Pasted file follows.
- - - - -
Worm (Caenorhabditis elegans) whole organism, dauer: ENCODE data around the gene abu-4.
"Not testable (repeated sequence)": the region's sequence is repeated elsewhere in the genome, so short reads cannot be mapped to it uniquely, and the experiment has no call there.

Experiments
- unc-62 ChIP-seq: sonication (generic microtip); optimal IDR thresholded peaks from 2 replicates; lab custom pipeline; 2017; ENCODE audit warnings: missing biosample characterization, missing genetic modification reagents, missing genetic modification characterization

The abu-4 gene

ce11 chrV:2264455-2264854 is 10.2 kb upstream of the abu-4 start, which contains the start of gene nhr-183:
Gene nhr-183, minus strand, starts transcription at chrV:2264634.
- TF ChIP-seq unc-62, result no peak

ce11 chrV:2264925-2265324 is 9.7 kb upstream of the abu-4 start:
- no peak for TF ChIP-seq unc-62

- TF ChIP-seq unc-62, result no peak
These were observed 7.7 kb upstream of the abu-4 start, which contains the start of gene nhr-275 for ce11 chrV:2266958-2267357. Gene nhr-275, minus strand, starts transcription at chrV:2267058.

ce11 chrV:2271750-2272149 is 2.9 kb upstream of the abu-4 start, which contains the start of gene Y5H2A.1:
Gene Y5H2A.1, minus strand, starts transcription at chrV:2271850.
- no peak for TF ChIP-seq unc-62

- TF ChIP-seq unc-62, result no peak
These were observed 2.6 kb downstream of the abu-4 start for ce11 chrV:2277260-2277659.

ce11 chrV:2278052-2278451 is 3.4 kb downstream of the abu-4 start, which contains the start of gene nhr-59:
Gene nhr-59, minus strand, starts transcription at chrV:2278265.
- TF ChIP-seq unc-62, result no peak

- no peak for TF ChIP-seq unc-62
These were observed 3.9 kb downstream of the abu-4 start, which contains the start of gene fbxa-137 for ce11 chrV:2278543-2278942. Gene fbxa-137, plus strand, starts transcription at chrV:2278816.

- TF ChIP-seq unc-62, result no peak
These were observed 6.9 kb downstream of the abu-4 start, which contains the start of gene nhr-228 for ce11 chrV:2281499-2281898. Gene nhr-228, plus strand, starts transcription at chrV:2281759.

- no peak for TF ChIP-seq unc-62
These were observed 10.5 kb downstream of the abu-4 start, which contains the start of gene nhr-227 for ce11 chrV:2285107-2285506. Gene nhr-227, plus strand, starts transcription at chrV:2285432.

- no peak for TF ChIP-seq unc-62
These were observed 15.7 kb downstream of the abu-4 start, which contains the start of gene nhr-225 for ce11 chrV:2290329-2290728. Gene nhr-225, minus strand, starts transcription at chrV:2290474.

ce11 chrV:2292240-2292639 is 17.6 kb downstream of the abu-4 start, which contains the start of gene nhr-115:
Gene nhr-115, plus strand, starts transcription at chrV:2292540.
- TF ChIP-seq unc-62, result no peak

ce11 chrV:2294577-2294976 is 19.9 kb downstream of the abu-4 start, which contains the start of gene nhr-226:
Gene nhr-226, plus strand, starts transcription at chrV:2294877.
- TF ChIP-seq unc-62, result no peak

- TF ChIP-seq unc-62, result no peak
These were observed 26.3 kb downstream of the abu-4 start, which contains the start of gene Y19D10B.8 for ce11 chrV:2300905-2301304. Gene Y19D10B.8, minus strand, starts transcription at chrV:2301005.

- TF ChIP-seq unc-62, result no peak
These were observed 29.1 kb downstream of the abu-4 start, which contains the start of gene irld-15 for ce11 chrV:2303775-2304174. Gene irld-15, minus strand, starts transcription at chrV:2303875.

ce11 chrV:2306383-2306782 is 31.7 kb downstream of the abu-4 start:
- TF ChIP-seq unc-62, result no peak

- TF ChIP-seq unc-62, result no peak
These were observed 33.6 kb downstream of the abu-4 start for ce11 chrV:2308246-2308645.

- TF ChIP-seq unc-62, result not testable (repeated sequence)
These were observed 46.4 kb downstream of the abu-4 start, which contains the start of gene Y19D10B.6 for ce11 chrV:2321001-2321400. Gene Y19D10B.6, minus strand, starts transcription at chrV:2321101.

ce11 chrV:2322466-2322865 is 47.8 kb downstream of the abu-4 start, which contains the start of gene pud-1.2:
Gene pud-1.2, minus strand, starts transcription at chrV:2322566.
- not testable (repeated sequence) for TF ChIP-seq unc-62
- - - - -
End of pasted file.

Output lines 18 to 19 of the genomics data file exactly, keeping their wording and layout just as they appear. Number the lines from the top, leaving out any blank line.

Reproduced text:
ce11 chrV:2278052-2278451 is 3.4 kb downstream of the abu-4 start, which contains the start of gene nhr-59:
Gene nhr-59, minus strand, starts transcription at chrV:2278265.